This is part of my ongoing series where I’m documenting the development of my serial novel, Razor Mountain. Be forewarned, there are spoilers ahead!
I outlined five more chapters for Christopher, while reserving a couple of slots for God-Speaker chapters.
Plot Shape, and a Counting Error
When I went back and looked at the chapter outlines I had so far, I realized that I mis-numbered them and need to adjust the ordering. Chapters 2 and 5 were God-Speaker chapters, and I planned to have two more chapters dedicated to him, up through Chapter 12. However, I had earmarked chapters 6 and 10, and I don’t want two God-Speaker chapters back-to-back.
Although the God-Speaker story and Christopher’s story are very separate at this point, I’d like to have them relate to each other here and there. They might have some similar action, related themes, or happen to cover the same geography around the same time. I think that this will help the stories to feel a little more connected. So I’m going to be looking for opportunities for that.
Because I have fewer detailed ideas for what will happen to God-Speaker than I do for Christopher, I spend some time thinking about what the general shape of his plot should be at this point in the book. For Christopher, the book starts off bad, but things have to start going well enough that he gets up the courage to set out on his journey, only to be repeatedly pummeled by a cruel universe.
I think it makes sense to have his arc at this point somewhat mirror Christopher’s. Since he gets fewer chapters in Act I, that arc will have to be compressed. God-Speaker’s first two chapters are pretty bleak. This means the third God-Speaker chapter should have him overcoming some hardship and getting a reason to have some hope. That hope then gets dashed in his fourth chapter.
Christopher starts out alone, and will only start to meet other people as he gets closer to Razor Mountain. God-Speaker starts out among other people: his tribe. He needs to end up alone by the end of the act. However, I don’t feel much interest in the hypothetical story of the tribe dying off one-by-one to attacks or hunger or illness. A story could certainly be made out of that, in the general trajectory that I want, but I’d rather think about other options until I find something that catches my interest more.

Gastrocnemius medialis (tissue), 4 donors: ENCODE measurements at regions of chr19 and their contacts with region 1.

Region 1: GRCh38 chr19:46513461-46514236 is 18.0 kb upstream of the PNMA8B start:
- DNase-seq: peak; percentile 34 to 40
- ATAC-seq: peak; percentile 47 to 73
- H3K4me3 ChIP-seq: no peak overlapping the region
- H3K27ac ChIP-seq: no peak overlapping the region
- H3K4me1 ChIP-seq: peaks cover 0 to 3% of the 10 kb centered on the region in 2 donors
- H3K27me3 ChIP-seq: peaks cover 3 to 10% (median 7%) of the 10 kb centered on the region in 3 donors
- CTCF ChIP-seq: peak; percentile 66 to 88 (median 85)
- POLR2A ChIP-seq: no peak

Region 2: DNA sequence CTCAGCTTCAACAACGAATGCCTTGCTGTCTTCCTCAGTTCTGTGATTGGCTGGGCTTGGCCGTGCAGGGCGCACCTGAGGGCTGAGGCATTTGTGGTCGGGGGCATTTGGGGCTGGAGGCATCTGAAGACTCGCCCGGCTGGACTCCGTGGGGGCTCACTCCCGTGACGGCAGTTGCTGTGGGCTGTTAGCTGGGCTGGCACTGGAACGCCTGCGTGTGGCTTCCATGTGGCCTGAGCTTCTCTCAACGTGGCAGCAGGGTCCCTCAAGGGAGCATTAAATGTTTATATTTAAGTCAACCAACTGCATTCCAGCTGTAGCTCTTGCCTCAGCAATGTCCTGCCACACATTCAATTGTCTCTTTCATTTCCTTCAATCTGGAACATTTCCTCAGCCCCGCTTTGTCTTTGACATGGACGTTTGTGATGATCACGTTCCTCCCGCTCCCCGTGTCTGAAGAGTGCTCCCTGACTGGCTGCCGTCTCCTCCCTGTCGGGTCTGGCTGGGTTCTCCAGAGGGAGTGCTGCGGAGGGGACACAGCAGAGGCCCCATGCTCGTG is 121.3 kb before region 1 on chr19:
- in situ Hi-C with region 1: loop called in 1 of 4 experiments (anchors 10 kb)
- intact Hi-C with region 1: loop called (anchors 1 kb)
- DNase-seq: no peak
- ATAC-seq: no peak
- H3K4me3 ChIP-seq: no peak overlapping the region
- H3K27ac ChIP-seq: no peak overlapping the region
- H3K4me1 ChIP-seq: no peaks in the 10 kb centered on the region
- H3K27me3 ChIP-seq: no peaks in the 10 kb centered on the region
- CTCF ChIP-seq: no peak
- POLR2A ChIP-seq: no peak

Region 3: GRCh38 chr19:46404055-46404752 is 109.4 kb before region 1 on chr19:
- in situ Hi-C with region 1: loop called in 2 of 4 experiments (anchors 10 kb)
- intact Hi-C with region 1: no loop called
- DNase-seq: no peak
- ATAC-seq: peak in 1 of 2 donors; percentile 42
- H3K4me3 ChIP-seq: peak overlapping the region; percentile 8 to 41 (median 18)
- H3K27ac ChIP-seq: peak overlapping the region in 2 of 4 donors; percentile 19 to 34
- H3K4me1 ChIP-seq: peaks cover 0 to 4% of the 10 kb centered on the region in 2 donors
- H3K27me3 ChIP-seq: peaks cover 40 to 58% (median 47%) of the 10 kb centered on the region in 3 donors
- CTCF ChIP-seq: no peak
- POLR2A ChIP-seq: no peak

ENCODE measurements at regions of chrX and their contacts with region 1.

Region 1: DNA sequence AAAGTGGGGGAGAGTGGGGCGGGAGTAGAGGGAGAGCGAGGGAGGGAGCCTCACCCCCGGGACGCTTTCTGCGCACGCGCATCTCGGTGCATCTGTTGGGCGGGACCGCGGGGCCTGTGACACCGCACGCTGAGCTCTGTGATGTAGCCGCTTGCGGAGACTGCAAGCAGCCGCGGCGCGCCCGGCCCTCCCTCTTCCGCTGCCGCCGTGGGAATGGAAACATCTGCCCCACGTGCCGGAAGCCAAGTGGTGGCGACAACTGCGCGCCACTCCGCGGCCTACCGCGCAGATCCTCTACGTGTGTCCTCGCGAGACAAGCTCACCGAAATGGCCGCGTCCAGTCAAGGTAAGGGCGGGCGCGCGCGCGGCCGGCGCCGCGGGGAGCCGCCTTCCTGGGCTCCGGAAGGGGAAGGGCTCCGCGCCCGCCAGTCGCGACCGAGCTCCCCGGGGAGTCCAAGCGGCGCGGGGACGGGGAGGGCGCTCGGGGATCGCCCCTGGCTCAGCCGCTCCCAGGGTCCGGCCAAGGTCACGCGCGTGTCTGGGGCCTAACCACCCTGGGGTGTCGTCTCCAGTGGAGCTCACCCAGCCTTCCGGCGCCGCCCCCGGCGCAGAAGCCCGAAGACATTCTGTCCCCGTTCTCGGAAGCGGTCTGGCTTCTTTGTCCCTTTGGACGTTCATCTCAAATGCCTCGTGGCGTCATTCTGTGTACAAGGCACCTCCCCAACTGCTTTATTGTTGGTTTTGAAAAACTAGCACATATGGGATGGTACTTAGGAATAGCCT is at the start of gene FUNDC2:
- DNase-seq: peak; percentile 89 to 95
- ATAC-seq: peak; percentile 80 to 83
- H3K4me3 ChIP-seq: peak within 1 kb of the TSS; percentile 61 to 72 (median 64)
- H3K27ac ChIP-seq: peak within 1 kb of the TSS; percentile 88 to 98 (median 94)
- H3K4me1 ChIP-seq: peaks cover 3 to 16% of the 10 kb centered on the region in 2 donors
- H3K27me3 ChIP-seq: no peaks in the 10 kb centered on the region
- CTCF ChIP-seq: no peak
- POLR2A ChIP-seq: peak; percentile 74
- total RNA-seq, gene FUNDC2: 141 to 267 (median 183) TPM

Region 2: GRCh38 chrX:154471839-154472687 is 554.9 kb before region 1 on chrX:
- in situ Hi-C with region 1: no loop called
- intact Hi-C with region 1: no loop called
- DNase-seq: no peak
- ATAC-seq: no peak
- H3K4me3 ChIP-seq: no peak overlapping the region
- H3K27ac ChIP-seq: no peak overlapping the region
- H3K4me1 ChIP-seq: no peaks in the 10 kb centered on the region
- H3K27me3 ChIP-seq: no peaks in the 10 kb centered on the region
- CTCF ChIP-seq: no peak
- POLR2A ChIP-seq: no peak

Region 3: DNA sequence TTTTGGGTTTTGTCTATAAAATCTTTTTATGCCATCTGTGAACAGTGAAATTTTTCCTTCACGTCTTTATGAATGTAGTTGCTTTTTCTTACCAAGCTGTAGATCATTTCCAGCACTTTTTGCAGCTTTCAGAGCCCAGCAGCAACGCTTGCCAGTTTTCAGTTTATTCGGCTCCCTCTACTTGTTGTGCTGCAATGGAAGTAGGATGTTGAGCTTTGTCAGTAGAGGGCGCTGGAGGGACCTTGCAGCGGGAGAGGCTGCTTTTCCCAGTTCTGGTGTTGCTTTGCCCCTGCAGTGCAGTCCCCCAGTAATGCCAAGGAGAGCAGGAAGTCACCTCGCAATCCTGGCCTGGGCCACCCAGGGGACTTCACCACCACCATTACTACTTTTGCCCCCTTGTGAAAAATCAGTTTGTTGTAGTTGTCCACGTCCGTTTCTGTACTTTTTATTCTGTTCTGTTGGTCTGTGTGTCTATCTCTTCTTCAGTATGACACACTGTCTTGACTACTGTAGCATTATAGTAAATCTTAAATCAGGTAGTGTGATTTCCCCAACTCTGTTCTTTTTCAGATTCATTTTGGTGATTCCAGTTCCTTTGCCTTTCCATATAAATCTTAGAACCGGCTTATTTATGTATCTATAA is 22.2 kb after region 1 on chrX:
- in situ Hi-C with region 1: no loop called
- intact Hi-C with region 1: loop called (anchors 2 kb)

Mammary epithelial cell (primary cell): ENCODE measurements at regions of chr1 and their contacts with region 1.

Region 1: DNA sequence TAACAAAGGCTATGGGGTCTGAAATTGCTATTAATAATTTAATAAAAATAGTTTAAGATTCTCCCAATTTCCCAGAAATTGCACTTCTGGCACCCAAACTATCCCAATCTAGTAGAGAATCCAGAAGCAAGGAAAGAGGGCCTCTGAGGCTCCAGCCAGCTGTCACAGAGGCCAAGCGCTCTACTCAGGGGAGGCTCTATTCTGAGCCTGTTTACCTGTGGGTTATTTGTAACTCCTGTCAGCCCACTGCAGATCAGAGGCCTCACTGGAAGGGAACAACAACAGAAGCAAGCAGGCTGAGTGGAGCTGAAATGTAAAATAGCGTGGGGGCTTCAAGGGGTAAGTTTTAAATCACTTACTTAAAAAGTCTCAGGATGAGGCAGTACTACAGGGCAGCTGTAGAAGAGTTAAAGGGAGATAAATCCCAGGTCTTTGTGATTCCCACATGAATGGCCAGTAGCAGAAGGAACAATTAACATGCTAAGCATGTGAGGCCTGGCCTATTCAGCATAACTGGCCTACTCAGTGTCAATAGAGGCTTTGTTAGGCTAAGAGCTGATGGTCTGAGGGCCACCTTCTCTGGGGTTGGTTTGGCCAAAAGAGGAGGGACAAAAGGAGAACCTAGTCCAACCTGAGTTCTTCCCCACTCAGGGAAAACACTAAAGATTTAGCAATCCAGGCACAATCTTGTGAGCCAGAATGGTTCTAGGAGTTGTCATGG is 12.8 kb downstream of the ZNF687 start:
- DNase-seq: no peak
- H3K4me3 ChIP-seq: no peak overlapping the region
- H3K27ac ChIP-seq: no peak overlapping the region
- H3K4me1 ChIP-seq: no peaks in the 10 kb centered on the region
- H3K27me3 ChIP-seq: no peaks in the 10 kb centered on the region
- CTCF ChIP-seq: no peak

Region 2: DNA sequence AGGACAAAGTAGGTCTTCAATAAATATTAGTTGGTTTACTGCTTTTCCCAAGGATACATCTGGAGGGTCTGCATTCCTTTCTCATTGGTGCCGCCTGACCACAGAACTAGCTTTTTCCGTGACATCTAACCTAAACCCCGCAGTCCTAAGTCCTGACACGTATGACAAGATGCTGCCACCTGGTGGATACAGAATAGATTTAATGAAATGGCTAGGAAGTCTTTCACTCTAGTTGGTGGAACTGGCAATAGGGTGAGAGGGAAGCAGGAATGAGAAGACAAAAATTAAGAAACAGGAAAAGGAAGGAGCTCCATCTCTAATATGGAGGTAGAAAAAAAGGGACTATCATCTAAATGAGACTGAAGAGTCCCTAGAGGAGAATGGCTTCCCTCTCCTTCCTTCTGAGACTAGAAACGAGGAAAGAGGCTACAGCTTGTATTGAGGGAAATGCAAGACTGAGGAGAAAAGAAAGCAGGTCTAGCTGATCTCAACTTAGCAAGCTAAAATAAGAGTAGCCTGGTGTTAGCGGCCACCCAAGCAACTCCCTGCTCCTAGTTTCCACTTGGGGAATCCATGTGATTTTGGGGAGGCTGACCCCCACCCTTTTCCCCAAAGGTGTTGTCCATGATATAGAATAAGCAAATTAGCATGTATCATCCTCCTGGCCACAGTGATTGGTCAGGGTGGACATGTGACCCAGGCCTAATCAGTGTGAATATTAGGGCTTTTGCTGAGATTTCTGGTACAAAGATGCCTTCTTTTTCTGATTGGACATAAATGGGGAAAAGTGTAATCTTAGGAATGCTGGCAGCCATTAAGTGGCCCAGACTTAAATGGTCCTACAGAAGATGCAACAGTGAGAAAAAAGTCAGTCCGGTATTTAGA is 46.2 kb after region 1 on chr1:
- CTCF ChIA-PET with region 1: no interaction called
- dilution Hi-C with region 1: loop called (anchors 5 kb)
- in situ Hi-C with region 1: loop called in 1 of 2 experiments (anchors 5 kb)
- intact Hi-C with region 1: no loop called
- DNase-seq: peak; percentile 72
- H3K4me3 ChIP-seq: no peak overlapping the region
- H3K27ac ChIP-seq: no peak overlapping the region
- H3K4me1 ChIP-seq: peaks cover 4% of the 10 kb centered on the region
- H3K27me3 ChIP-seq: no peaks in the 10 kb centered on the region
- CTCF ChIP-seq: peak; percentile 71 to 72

Christopher’s first interaction with other people is coming soon. I think it’ll be signs of Amaranth helping him out, and some of the Razor Mountain soldiers shooting at him from afar. To keep the corollaries going between the two storylines, that would be a great time for God-Speaker to end up alone. One character makes connections while the other loses them. To do that, I’m going to separate him from his tribe.
- At the behest of their god, God-Speaker’s tribe crosses rough terrain and climb to a high place. From here, they can see a path through the vast glacier to a vast grassland. They also see a crater and Razor Mountain, partly encased in ice. This appears to be an evil place to them. They plan to follow the path to the grassland.
- Montage? The tribe travels across mountains and glaciers. They make primitive sleds and find some food, but not enough to be full. They come to a point where they can start the long descent down to the grassland. A blizzard sweeps in and slows their progress.
- The tribe trudges on through the blizzard. The god moves God-Speaker to climb a slippery ridge, and he sees that they are close to the place where the ice opens up. He directs the others, but slips and falls. He slides deep down under the ice, back in the direction they came from. He is lost and alone.
For this to fit with Christopher’s chapters, the discovery of a good path should align with Christopher feeling prepared to go on his journey. The blizzard should hit both characters around the same time, and God-Speaker being separated from his tribe should align with Christopher finding the burned bunker and realizing that he is also lost and alone in the wilderness.
The Story So Far
Here are all of the chapters outlined so far, with the new, adjusted ordering. To some readers, I suppose this may feel like a lot of chapters to not even be done with Act I, but I naturally tend to write fairly short chapters, so I’m not too bothered.
Also, I started annotating my chapter summaries in Scrivener with a (C) or a (GS) to indicate the viewpoint character at a glance.
- (C) Christopher wakes up on a small plane over the Alaskan wilderness. Everyone else is missing. With no parachute and no fuel, he jumps out over open water. He survives the fall with an injured leg and manages to swim to shore. Freezing and hurt, he looks for shelter. He finds a strange door in a cliffside, where he can input numbers. He puts in random numbers, and the door unlocks. He stumbles inside, passing out from cold and exhaustion.